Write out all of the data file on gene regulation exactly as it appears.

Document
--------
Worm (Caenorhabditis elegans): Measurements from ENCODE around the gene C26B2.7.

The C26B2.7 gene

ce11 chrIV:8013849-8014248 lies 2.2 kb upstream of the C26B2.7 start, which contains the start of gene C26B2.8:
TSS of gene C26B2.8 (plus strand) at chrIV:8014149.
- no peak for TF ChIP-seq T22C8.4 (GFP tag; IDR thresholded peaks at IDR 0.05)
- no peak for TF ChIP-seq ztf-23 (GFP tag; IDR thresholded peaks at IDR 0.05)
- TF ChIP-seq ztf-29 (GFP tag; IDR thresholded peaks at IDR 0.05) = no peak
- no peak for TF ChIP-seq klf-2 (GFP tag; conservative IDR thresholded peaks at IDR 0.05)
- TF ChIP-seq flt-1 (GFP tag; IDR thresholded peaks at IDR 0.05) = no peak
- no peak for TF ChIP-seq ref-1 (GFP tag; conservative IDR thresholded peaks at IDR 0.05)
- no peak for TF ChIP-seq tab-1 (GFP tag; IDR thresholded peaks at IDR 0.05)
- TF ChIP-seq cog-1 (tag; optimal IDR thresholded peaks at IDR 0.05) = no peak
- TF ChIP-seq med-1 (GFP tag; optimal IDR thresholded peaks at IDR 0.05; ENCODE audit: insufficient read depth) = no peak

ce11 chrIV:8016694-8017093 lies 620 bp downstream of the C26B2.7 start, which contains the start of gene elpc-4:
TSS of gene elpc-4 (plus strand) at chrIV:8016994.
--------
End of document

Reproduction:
Worm (Caenorhabditis elegans): Measurements from ENCODE around the gene C26B2.7.

The C26B2.7 gene

ce11 chrIV:8013849-8014248 lies 2.2 kb upstream of the C26B2.7 start, which contains the start of gene C26B2.8:
TSS of gene C26B2.8 (plus strand) at chrIV:8014149.
- no peak for TF ChIP-seq T22C8.4 (GFP tag; IDR thresholded peaks at IDR 0.05)
- no peak for TF ChIP-seq ztf-23 (GFP tag; IDR thresholded peaks at IDR 0.05)
- TF ChIP-seq ztf-29 (GFP tag; IDR thresholded peaks at IDR 0.05) = no peak
- no peak for TF ChIP-seq klf-2 (GFP tag; conservative IDR thresholded peaks at IDR 0.05)
- TF ChIP-seq flt-1 (GFP tag; IDR thresholded peaks at IDR 0.05) = no peak
- no peak for TF ChIP-seq ref-1 (GFP tag; conservative IDR thresholded peaks at IDR 0.05)
- no peak for TF ChIP-seq tab-1 (GFP tag; IDR thresholded peaks at IDR 0.05)
- TF ChIP-seq cog-1 (tag; optimal IDR thresholded peaks at IDR 0.05) = no peak
- TF ChIP-seq med-1 (GFP tag; optimal IDR thresholded peaks at IDR 0.05; ENCODE audit: insufficient read depth) = no peak

ce11 chrIV:8016694-8017093 lies 620 bp downstream of the C26B2.7 start, which contains the start of gene elpc-4:
TSS of gene elpc-4 (plus strand) at chrIV:8016994.